So the way I was taught is if it’s anything under like an eight, if your day’s anything under an eight, then you need to purge it out. Literally, I’ll get my recorder on my phone and I’ll just go, “Oh, this . . .” every thought: “This, why this didn’t happen, and then the thing, and my neighbors weren’t there, and [sound of babbling exasperation]”—everything out, and then to start again tomorrow. So it’s a mixture of specific, and then being accountable.

Zainab Salbi (Host):

Specific, being accountable. Okay, I got it. And I would add to it, because this is impacted by the culture I come from. I grew up a Muslim in Iraq and there’s a saying in the Qur’an that sometimes you hate something’s happened to you, but they are ultimately for your best. Now, I don’t know how canceling yesterday’s interview and the thunder and all of that is good, but I also end up . . . There’s a part of me that trusts, it didn’t happen, I’m sure it’s for the best—sometimes, sometimes.

Hugh Jackman:

Can I add to that?

Zainab Salbi (Host):

Yes, please.

Hugh Jackman:

I totally agree. I’m not sure it was the best for you, but it really worked for me, because I had arranged it at 11:30, and we had a massive storm here and it turned out my son is having a driving lesson and he was really a bit nervous about it, because it was really tough. And he said, “I feel really bad, but I’d really love it if you were there.” I said, “Not a problem. I’m there.” So—

Zainab Salbi (Host):

I’m so happy.

Hugh Jackman:

Thank you. [laughs]

Zainab Salbi (Host):

I’m so happy to hear.

Hugh Jackman:

It worked out for me, but I think it’s like that Zen master story, it’s a similar one of no matter what happens in your life, if you have a more bigger picture view of it all, is that so? So what might seem good or bad in a minute could prove to be the opposite tomorrow or a year later. We never know. So I think it’s really what that saying is about is taking a bigger picture view of it all, right?

Zainab Salbi (Host):

That’s so true. It’s so true. So Hugh, this conversation, this podcast actually, is called Redefined, because it is . . . I had redefining moment in my life where I almost died, and I really became curious about how people reshape their understanding of life, about the essence of life in redefining moments in their lives, and how can we learn from each other to shape our lives in a new way, in a better way, in a healthier way, let’s say. So as I look at your life, and I have [a] few questions. One is, you had mentioned several times that when you were a child you had a lot of fear in you—fear of being alone, fear of not being good enough. Fear—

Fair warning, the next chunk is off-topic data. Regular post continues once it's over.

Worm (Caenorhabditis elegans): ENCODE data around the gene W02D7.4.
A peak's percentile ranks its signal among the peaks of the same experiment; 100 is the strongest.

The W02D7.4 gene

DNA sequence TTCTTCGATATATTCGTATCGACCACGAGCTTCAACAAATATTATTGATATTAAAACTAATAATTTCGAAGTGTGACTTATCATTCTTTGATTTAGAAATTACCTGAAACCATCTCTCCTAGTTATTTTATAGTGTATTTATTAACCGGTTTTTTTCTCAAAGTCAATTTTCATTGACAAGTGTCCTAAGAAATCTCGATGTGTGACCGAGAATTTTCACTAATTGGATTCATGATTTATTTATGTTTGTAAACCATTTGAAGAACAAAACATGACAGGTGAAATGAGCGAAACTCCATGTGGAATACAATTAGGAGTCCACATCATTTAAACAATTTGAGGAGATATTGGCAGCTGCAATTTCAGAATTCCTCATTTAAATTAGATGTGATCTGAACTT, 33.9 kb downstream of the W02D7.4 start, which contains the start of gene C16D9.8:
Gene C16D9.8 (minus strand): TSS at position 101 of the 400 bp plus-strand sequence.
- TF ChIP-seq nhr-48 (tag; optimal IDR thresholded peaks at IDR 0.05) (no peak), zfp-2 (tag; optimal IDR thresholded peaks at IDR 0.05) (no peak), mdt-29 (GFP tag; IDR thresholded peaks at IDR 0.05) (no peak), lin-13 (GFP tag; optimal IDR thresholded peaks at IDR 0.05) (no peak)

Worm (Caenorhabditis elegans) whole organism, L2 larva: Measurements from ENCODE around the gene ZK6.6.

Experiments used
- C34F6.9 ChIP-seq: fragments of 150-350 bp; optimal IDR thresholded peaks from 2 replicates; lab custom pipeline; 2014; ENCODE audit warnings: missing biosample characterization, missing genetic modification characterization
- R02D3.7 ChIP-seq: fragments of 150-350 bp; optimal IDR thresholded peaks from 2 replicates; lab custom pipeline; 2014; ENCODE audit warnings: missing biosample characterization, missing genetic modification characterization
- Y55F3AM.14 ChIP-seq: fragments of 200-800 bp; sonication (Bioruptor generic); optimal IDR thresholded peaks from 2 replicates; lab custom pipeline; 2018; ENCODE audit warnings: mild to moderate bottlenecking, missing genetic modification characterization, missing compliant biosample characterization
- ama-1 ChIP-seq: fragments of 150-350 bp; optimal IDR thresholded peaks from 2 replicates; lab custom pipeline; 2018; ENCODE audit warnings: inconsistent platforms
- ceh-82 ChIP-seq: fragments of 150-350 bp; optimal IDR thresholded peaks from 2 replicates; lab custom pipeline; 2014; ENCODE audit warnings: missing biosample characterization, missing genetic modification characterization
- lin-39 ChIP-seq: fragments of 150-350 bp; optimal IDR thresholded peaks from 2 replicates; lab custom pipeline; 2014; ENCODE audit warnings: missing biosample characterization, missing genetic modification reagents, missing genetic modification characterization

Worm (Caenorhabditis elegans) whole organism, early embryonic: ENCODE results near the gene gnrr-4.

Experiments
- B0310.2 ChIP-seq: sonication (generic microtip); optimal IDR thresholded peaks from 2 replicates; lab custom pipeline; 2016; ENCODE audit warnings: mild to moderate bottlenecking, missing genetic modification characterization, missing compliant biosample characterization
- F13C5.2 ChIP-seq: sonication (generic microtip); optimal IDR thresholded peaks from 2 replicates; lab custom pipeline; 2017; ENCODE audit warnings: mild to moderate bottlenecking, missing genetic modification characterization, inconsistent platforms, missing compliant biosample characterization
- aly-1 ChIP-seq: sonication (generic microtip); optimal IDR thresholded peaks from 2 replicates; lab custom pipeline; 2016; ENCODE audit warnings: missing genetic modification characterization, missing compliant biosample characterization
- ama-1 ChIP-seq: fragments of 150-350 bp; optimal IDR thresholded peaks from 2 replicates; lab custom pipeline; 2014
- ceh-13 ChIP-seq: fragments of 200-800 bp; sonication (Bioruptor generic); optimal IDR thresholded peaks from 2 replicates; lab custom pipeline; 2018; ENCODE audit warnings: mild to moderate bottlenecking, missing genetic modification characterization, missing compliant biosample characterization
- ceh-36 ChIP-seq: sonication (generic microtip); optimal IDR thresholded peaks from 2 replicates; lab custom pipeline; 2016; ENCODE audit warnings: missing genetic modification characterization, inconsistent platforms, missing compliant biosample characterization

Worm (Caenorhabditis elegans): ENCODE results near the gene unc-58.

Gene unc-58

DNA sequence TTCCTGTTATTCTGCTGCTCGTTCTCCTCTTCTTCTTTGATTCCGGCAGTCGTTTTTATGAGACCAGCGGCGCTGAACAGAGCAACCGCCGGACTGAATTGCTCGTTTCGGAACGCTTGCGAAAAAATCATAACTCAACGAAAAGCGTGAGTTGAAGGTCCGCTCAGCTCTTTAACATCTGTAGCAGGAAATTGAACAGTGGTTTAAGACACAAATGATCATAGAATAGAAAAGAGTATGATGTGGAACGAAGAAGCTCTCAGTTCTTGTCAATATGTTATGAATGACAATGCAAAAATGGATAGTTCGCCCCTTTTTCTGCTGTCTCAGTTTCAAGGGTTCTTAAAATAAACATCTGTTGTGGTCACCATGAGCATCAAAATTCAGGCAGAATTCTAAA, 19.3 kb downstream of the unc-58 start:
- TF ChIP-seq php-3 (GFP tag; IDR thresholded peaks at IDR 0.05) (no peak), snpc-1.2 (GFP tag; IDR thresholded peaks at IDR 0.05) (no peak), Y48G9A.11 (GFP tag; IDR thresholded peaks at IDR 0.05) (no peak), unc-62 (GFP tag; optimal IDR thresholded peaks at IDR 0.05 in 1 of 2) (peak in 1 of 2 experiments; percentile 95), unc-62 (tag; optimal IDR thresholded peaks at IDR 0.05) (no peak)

Hugh Jackman:

Heights. The dark.

Zainab Salbi (Host):

Really?

Hugh Jackman:

Fear of so many things. Very fearful kid.

Zainab Salbi (Host):

So how did you change that, and what led you to change that?

Hugh Jackman:

I was at times humiliated, and humiliated in front of my friends at school, at rock climbing, where I cried on the rock face and they laughed about it for the next year, made fun of me. So I had to solve that because I just felt I was literally—your world, your friends—I was just like, this is a disaster. So I would make myself go down to the diving board at my school. It was just a three meter diving board, but I would never have thought of going up. I jumped off it, off it, off it, off it, off it, until it was fine. Then everyone in Australia seemed to be jumping off things—cliffs, things, it was rollercoasters, and if you didn’t, it was just horrible. So I got through it but I guess that’s a little bit of a insight into me, I think maybe the youngest of five kids, that feeling of you don’t want to be left behind, you want to be able to catch up and keep up with the others, so I would force myself to go through the fear. Even when I was at drama school, I’d be fearful every time I got up. I would go first, rather than wait, because I figured if I waited, I might end up just sort of not getting up or not doing anything. So I would always put my hand up first, just to continually confront it.

Since then, I’ve read amazing books by Steven Pressfield, The War of Art, which kind of says that that thing that you’re fearful of is in fact your roadmap, that’s what you’re meant to learn. Not jumping off a cliff obviously, but it’s some reach. But that thing you’re scared about is exactly where you need to put your energy, and I think that’s been my philosophy. I love the Baz Luhrmann—I worked with Baz Luhrmann on the movie Australia—and on his letterhead he has written, “A life lived in fear is a life half lived.” And I really agree with that. I think the fear can, from my personal experience, somehow infect other areas. It starts off as a fear of heights and before you know it you’re scared of the dark and then you’re afraid to go to that party, and then you’re afraid to do the school play, and it somehow is cancerous, I feel. So that’s sort of been my approach with fear. How about you?

Zainab Salbi (Host):

No, it’s very interesting. I grew up with a lot of fear myself. I grew up with a dictator, and so fear with me was like a physical almost, you can touch it. Then I came to America and there’s no need to fear the dictator but I’m still afraid. I would be afraid of uttering Saddam Hussein’s word in my backyard, in my own home. It’s like, “Sh, sh,” in case he hears us. At one point, I realized I either am going to stay in this fear, and I’m becoming the prison guard to my own fear, or I take this leap of faith and break away from it. I decided I’m going to take a leap of faith and jump off the cliff and I don’t know if I’m going to land or not, but I rather speak the truth than live in this fear and die in it, and it works.